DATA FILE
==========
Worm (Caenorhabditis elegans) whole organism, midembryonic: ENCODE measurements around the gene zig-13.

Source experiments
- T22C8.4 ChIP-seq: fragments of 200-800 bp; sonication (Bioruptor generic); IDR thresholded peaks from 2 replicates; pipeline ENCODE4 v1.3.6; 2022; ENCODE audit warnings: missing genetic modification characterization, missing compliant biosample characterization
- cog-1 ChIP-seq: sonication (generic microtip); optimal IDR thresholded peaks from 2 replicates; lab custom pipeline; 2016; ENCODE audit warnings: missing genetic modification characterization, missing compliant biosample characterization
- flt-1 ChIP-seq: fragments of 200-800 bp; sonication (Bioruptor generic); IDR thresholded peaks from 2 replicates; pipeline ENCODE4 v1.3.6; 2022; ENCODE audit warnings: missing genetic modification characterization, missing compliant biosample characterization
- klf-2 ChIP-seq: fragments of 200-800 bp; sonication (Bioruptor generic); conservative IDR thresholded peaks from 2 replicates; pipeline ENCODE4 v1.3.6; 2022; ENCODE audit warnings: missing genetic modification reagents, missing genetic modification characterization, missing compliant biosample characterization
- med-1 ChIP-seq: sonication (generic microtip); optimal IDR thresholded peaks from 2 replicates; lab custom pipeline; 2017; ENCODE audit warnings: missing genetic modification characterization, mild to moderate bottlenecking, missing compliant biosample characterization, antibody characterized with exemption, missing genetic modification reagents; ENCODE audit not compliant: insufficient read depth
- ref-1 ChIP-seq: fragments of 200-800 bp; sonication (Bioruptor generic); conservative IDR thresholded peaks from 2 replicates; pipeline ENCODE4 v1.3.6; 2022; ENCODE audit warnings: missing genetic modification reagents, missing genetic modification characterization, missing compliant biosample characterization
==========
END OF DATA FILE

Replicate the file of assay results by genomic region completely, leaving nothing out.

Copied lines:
Worm (Caenorhabditis elegans) whole organism, midembryonic: ENCODE measurements around the gene zig-13.

Source experiments
- T22C8.4 ChIP-seq: fragments of 200-800 bp; sonication (Bioruptor generic); IDR thresholded peaks from 2 replicates; pipeline ENCODE4 v1.3.6; 2022; ENCODE audit warnings: missing genetic modification characterization, missing compliant biosample characterization
- cog-1 ChIP-seq: sonication (generic microtip); optimal IDR thresholded peaks from 2 replicates; lab custom pipeline; 2016; ENCODE audit warnings: missing genetic modification characterization, missing compliant biosample characterization
- flt-1 ChIP-seq: fragments of 200-800 bp; sonication (Bioruptor generic); IDR thresholded peaks from 2 replicates; pipeline ENCODE4 v1.3.6; 2022; ENCODE audit warnings: missing genetic modification characterization, missing compliant biosample characterization
- klf-2 ChIP-seq: fragments of 200-800 bp; sonication (Bioruptor generic); conservative IDR thresholded peaks from 2 replicates; pipeline ENCODE4 v1.3.6; 2022; ENCODE audit warnings: missing genetic modification reagents, missing genetic modification characterization, missing compliant biosample characterization
- med-1 ChIP-seq: sonication (generic microtip); optimal IDR thresholded peaks from 2 replicates; lab custom pipeline; 2017; ENCODE audit warnings: missing genetic modification characterization, mild to moderate bottlenecking, missing compliant biosample characterization, antibody characterized with exemption, missing genetic modification reagents; ENCODE audit not compliant: insufficient read depth
- ref-1 ChIP-seq: fragments of 200-800 bp; sonication (Bioruptor generic); conservative IDR thresholded peaks from 2 replicates; pipeline ENCODE4 v1.3.6; 2022; ENCODE audit warnings: missing genetic modification reagents, missing genetic modification characterization, missing compliant biosample characterization